Have you ever been called on to explain why you do what you do for a living? This happened to me at a networking lunch recently. We always do a thirty second introduction, but this time the organiser asked us to go a bit further. As I stood up I described my former life as a solicitor and why I’d chucked it all in to become a freelance writer.
Another lady told us she was an accountant and she’d always wanted to be one, it was really boring. Then our speaker, a fantastic life coach called Sandra Pollock, began her talk. She turned to this lady and told her that she should never, ever say that her job is boring.
Your talent is your own
Everyone is good at something. Probably. I’ve met people who hid their gifts extremely well but I suspect even they must have a talent for at least one thing. Unfortunately, we all make assumptions about people based on what they do. Your job dictates whether you’re seen as free spirited, daring – or boring. I say unfortunately because I suspect that some people spend their entire lives downplaying their talents because of the way their profession is perceived. There may even be people who didn’t use their gifts for the same reason. I hope that’s not the case, but it’s possible.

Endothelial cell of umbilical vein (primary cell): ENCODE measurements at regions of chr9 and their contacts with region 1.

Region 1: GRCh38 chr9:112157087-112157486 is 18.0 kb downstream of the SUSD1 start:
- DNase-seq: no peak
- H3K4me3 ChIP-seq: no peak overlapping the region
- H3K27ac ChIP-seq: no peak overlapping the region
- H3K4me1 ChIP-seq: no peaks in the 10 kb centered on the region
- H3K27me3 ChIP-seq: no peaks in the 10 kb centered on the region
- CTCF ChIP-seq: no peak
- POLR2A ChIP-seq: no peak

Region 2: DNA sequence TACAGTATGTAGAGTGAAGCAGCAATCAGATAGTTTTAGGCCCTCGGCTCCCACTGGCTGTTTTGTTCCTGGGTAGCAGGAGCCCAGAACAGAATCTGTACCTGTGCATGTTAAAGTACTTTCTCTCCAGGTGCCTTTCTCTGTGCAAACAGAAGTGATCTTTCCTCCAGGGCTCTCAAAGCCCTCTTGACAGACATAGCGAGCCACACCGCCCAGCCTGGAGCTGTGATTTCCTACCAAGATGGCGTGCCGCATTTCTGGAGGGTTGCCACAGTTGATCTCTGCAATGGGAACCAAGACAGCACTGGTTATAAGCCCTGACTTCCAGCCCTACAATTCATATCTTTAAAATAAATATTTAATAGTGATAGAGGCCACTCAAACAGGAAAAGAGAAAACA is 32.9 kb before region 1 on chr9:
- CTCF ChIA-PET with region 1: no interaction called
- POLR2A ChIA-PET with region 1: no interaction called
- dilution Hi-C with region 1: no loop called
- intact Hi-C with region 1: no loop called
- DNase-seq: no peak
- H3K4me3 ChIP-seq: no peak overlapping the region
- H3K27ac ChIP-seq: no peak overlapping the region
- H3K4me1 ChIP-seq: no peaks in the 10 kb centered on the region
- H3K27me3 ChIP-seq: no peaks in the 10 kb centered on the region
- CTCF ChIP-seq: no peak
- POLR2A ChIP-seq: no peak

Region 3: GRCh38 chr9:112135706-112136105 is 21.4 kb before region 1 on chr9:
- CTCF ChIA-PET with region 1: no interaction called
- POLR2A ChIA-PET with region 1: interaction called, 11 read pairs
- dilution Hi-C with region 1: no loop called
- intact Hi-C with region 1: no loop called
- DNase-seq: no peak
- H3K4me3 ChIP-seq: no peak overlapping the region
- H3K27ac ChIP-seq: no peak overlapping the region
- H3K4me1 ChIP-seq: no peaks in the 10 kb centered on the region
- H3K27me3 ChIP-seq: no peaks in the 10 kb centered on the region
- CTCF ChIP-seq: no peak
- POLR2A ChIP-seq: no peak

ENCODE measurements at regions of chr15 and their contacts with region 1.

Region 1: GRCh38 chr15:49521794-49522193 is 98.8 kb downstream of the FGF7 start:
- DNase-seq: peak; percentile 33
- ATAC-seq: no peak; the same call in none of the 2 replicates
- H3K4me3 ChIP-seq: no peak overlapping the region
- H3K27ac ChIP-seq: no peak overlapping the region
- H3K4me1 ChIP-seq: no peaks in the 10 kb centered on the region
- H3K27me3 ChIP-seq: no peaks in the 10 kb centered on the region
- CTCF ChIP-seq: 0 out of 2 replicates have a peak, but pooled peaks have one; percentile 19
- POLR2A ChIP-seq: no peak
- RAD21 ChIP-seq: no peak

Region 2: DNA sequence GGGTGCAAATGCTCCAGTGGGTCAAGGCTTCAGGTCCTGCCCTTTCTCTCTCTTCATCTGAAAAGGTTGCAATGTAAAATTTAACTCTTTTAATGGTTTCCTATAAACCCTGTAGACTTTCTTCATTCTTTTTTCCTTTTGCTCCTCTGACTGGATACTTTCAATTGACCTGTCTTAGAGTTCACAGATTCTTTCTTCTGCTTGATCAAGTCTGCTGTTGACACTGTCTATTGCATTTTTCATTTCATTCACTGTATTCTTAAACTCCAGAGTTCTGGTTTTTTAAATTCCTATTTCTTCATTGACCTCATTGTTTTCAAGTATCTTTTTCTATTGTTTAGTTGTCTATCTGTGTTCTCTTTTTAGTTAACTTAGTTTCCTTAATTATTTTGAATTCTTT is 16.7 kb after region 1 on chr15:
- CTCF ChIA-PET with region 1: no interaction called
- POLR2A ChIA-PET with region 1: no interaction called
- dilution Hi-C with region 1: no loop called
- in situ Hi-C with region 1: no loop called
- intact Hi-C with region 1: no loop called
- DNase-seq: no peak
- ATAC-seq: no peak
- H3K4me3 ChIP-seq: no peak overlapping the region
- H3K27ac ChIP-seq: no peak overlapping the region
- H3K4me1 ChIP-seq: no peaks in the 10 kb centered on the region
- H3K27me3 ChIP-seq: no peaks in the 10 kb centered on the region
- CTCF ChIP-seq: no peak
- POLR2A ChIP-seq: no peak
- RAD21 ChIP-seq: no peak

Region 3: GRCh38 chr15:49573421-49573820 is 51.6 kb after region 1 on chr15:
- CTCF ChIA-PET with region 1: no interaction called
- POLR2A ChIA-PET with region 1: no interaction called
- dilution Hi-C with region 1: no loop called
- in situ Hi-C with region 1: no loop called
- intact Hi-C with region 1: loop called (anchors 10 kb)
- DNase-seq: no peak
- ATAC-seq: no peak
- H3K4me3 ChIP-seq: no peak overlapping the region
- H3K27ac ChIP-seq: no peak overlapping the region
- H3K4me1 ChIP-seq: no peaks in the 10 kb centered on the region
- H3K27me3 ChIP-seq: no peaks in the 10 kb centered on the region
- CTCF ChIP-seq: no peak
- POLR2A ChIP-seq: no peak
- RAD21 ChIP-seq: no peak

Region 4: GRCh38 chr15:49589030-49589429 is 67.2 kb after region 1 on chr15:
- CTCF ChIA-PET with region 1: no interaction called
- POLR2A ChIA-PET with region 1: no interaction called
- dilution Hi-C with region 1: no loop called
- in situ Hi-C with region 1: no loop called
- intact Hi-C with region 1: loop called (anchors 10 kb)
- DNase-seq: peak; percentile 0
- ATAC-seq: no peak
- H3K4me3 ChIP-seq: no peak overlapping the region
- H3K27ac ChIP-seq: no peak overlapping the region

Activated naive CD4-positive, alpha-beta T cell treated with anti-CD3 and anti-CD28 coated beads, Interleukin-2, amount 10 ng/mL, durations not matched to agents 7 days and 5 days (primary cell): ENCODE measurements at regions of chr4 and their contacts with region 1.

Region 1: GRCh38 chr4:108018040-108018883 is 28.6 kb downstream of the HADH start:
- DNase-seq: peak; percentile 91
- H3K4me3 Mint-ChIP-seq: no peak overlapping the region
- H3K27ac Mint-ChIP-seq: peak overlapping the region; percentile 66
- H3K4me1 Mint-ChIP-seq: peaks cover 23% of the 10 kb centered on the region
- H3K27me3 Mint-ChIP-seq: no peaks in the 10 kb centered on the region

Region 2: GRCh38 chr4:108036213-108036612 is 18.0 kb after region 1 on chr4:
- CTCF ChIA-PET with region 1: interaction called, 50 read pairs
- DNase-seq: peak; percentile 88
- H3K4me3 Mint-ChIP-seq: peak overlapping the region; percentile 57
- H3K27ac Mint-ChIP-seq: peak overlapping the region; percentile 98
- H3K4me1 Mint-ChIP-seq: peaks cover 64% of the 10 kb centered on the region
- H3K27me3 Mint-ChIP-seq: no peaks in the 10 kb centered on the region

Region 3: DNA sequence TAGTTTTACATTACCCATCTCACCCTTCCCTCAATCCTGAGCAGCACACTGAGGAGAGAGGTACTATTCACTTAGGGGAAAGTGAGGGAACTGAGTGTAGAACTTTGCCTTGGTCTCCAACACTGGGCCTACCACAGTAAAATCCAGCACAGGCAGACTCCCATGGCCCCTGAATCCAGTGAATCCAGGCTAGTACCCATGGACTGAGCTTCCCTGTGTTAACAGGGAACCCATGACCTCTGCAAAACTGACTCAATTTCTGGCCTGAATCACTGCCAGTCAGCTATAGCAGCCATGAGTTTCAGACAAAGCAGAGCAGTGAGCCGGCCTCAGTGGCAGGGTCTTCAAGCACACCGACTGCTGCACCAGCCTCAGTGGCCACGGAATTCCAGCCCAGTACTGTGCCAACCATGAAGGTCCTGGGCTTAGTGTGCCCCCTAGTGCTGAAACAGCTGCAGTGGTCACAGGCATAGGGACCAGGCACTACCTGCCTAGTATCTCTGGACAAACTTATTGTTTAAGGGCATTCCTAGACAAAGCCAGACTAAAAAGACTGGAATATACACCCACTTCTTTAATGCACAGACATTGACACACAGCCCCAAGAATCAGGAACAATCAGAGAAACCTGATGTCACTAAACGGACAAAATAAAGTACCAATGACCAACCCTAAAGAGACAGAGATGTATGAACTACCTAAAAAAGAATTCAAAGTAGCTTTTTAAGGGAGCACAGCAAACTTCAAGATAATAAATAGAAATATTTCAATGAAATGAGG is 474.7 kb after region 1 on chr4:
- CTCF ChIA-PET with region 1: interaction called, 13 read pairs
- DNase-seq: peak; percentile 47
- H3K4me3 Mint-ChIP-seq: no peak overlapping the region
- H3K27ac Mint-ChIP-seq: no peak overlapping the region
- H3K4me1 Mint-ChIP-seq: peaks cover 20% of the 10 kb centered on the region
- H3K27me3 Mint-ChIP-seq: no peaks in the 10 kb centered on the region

The thing is, even if you think your job is seen as boring, it obviously isn’t to you. There’s nothing wrong with enjoying your work, in fact it’s one of the keys to a happy life.
If you’re British, like me, you might struggle to blow your own trumpet. As a general rule, we aren’t good at drawing attention to ourselves. We let ourselves fall victim to tall poppy syndrome and take pot shots at anyone who puts their head above the parapet.
Rest assured, I’m not asking you to parade around shouting to all and sundry about how wonderful you are. Just don’t be afraid to tell people what you do and that you enjoy it. Otherwise, you run the risk of being thought of as some soulless mercenary who does a boring job just for the money. And trust me, if you’re a solicitor or accountant people always assume you’re rolling in it. If only.
Somebody needs you
Why does all this matter? Who really cares if you love your job or not? Well, presumably, you do. Being able to hold your head up and say that you have a job you enjoy is brilliant for your self-esteem. You might also be a brilliant role model to someone who has the same talents as you.
There’s also the fact that someone, somewhere, needs what you do. I write for people who struggle to come up with the right words or don’t have the time. It comes easily to me and I love doing it. I’m not too bad with numbers but I don’t really enjoy them. That’s why I’m eternally grateful that there are people in the world who do. If you’re fascinated by something you’re motivated to learn and understand it. That means that when I need your expert knowledge, I know I can depend on it.
What do you do for a living? If you’re a professional adviser with an allegedly boring job, let me know!